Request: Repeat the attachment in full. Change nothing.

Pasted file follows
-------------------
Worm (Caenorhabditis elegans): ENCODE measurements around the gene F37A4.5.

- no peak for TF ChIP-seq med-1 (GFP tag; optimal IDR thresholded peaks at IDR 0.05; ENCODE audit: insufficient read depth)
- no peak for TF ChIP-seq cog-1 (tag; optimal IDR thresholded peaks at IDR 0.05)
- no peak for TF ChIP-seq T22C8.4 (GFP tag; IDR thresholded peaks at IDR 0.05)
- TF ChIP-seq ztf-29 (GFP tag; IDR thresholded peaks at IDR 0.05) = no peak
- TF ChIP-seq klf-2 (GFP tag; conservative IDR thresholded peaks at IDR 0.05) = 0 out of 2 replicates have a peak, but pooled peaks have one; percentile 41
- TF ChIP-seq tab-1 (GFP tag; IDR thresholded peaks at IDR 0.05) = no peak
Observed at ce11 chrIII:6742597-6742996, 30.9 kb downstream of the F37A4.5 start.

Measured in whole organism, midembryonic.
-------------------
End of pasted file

Worm (Caenorhabditis elegans): ENCODE measurements around the gene F37A4.5.

- no peak for TF ChIP-seq med-1 (GFP tag; optimal IDR thresholded peaks at IDR 0.05; ENCODE audit: insufficient read depth)
- no peak for TF ChIP-seq cog-1 (tag; optimal IDR thresholded peaks at IDR 0.05)
- no peak for TF ChIP-seq T22C8.4 (GFP tag; IDR thresholded peaks at IDR 0.05)
- TF ChIP-seq ztf-29 (GFP tag; IDR thresholded peaks at IDR 0.05) = no peak
- TF ChIP-seq klf-2 (GFP tag; conservative IDR thresholded peaks at IDR 0.05) = 0 out of 2 replicates have a peak, but pooled peaks have one; percentile 41
- TF ChIP-seq tab-1 (GFP tag; IDR thresholded peaks at IDR 0.05) = no peak
Observed at ce11 chrIII:6742597-6742996, 30.9 kb downstream of the F37A4.5 start.

Measured in whole organism, midembryonic.